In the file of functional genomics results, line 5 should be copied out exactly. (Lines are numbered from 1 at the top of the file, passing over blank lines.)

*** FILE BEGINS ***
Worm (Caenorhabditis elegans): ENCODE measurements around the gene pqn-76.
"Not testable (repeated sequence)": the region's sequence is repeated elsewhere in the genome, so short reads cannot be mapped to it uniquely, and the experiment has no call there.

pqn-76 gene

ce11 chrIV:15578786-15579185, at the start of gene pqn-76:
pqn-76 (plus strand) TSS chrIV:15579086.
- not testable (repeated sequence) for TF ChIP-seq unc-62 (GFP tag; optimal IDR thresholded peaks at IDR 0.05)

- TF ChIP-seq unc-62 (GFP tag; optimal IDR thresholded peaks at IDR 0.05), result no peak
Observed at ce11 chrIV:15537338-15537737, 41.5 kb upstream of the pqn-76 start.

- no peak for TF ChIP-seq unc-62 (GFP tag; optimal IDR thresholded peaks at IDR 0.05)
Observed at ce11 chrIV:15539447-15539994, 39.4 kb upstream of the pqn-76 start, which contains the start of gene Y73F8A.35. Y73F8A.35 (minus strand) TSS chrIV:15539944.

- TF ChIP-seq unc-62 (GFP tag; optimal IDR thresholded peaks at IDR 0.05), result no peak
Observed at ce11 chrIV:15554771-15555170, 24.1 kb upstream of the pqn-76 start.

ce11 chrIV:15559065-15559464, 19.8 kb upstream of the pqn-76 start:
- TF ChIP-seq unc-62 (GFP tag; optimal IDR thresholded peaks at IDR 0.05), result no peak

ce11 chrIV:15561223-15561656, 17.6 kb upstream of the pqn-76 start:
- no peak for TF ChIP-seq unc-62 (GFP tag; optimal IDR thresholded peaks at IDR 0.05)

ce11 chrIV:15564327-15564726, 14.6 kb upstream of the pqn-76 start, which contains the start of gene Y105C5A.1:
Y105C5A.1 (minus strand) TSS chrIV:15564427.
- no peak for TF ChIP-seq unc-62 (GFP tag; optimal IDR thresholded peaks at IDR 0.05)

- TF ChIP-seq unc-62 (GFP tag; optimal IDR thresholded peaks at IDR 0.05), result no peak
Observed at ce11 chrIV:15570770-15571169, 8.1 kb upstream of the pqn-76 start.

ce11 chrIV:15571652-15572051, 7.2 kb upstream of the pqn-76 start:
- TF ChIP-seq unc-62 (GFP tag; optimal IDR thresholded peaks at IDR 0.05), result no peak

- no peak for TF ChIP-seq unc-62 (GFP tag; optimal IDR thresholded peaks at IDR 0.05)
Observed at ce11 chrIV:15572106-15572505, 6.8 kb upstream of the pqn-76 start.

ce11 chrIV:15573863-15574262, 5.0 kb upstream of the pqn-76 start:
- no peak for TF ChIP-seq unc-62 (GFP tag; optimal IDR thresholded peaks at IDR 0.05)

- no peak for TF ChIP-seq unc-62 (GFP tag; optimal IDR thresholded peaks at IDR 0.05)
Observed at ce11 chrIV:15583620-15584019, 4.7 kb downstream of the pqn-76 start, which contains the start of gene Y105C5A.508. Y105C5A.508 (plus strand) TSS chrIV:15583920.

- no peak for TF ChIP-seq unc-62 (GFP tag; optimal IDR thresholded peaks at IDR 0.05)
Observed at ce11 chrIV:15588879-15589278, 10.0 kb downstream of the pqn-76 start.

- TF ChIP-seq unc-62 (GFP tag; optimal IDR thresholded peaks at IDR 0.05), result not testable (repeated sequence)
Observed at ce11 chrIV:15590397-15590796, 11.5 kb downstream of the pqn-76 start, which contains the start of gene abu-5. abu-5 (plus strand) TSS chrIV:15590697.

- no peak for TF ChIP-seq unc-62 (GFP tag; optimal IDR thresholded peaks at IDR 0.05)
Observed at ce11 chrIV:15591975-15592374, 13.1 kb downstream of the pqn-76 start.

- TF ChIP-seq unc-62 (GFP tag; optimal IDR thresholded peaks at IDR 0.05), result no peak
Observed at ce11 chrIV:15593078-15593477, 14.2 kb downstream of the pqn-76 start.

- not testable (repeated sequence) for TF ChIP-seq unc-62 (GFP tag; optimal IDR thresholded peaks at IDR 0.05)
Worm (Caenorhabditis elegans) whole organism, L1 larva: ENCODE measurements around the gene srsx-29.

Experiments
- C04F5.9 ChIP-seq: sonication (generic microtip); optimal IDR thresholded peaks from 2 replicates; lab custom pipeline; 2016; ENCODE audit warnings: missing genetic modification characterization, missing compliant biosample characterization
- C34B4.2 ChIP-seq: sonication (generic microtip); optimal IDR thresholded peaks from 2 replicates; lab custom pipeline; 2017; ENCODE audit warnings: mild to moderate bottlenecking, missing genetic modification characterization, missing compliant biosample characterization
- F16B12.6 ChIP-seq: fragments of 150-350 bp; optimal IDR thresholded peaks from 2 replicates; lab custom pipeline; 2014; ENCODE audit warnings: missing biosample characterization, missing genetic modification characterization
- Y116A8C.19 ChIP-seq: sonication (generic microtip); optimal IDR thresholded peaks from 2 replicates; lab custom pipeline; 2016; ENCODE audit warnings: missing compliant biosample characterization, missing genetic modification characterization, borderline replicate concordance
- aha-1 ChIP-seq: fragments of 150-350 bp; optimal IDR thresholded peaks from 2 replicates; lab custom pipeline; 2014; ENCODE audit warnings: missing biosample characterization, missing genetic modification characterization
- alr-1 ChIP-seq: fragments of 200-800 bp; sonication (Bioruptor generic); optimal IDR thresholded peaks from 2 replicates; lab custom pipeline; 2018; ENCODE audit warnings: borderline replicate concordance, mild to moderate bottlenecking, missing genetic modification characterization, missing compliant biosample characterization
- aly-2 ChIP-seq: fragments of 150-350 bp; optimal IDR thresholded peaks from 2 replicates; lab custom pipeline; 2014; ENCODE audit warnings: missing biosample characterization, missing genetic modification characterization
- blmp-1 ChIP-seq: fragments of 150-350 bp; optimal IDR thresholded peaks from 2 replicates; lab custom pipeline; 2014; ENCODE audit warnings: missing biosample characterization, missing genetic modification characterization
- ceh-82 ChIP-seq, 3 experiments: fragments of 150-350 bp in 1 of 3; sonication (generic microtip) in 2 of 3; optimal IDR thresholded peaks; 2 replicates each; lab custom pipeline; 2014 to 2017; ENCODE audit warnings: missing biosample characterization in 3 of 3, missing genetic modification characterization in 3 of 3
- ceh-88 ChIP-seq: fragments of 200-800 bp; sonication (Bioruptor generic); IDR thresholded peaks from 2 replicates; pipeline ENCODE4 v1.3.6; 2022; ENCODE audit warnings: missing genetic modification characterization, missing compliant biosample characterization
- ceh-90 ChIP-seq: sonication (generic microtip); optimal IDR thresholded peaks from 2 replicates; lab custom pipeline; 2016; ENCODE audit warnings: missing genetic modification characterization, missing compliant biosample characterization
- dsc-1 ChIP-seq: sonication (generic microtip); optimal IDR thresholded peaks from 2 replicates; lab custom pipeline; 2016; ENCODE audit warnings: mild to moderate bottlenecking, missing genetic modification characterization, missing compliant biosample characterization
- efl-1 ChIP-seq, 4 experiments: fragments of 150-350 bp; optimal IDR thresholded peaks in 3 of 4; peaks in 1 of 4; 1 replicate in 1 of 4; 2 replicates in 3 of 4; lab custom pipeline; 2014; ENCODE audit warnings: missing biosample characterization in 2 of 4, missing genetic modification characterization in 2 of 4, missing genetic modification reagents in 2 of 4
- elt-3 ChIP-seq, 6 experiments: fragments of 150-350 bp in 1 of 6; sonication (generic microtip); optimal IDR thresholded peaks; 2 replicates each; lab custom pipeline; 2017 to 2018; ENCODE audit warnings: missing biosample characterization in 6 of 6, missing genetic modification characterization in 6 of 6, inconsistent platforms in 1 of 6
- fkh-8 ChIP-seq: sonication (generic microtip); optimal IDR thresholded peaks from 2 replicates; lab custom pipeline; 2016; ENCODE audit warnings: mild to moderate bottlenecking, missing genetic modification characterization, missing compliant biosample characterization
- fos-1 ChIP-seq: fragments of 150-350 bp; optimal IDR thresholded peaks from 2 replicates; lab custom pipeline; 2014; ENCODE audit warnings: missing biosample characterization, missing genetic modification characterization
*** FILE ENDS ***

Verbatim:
pqn-76 (plus strand) TSS chrIV:15579086.